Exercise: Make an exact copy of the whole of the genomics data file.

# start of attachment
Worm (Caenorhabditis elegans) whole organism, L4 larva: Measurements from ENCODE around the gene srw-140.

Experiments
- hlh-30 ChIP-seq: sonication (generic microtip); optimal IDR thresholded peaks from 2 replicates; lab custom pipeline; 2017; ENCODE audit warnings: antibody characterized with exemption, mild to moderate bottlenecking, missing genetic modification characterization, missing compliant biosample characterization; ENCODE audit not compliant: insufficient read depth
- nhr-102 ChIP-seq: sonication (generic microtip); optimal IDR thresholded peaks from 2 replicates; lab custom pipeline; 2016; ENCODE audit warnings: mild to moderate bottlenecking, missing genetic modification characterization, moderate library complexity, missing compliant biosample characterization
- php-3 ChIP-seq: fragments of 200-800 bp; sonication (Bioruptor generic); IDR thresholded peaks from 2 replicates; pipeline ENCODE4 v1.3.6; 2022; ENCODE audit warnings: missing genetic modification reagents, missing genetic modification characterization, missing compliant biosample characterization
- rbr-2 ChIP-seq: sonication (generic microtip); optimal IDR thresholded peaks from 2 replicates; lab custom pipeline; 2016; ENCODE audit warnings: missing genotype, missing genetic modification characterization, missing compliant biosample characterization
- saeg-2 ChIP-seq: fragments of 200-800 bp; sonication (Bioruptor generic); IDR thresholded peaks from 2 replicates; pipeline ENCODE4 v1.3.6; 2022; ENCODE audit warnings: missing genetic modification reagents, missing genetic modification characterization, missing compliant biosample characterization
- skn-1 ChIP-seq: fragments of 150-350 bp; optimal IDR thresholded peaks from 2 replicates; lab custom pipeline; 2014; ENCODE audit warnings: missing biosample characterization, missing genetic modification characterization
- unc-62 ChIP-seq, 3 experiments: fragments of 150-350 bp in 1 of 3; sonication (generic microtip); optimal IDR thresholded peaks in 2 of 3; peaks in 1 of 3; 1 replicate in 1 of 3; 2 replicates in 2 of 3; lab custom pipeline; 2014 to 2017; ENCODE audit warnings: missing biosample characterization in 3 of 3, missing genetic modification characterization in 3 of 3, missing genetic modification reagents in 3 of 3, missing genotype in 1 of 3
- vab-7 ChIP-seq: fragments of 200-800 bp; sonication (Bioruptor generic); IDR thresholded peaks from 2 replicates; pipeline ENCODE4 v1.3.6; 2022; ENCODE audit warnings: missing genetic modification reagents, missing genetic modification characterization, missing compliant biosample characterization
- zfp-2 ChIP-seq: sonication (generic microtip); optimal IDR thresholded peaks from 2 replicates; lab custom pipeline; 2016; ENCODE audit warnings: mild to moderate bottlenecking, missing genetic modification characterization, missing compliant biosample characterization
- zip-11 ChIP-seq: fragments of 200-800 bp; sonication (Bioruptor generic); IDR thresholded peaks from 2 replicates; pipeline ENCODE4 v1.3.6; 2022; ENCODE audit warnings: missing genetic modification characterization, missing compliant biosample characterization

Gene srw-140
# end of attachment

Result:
Worm (Caenorhabditis elegans) whole organism, L4 larva: Measurements from ENCODE around the gene srw-140.

Experiments
- hlh-30 ChIP-seq: sonication (generic microtip); optimal IDR thresholded peaks from 2 replicates; lab custom pipeline; 2017; ENCODE audit warnings: antibody characterized with exemption, mild to moderate bottlenecking, missing genetic modification characterization, missing compliant biosample characterization; ENCODE audit not compliant: insufficient read depth
- nhr-102 ChIP-seq: sonication (generic microtip); optimal IDR thresholded peaks from 2 replicates; lab custom pipeline; 2016; ENCODE audit warnings: mild to moderate bottlenecking, missing genetic modification characterization, moderate library complexity, missing compliant biosample characterization
- php-3 ChIP-seq: fragments of 200-800 bp; sonication (Bioruptor generic); IDR thresholded peaks from 2 replicates; pipeline ENCODE4 v1.3.6; 2022; ENCODE audit warnings: missing genetic modification reagents, missing genetic modification characterization, missing compliant biosample characterization
- rbr-2 ChIP-seq: sonication (generic microtip); optimal IDR thresholded peaks from 2 replicates; lab custom pipeline; 2016; ENCODE audit warnings: missing genotype, missing genetic modification characterization, missing compliant biosample characterization
- saeg-2 ChIP-seq: fragments of 200-800 bp; sonication (Bioruptor generic); IDR thresholded peaks from 2 replicates; pipeline ENCODE4 v1.3.6; 2022; ENCODE audit warnings: missing genetic modification reagents, missing genetic modification characterization, missing compliant biosample characterization
- skn-1 ChIP-seq: fragments of 150-350 bp; optimal IDR thresholded peaks from 2 replicates; lab custom pipeline; 2014; ENCODE audit warnings: missing biosample characterization, missing genetic modification characterization
- unc-62 ChIP-seq, 3 experiments: fragments of 150-350 bp in 1 of 3; sonication (generic microtip); optimal IDR thresholded peaks in 2 of 3; peaks in 1 of 3; 1 replicate in 1 of 3; 2 replicates in 2 of 3; lab custom pipeline; 2014 to 2017; ENCODE audit warnings: missing biosample characterization in 3 of 3, missing genetic modification characterization in 3 of 3, missing genetic modification reagents in 3 of 3, missing genotype in 1 of 3
- vab-7 ChIP-seq: fragments of 200-800 bp; sonication (Bioruptor generic); IDR thresholded peaks from 2 replicates; pipeline ENCODE4 v1.3.6; 2022; ENCODE audit warnings: missing genetic modification reagents, missing genetic modification characterization, missing compliant biosample characterization
- zfp-2 ChIP-seq: sonication (generic microtip); optimal IDR thresholded peaks from 2 replicates; lab custom pipeline; 2016; ENCODE audit warnings: mild to moderate bottlenecking, missing genetic modification characterization, missing compliant biosample characterization
- zip-11 ChIP-seq: fragments of 200-800 bp; sonication (Bioruptor generic); IDR thresholded peaks from 2 replicates; pipeline ENCODE4 v1.3.6; 2022; ENCODE audit warnings: missing genetic modification characterization, missing compliant biosample characterization

Gene srw-140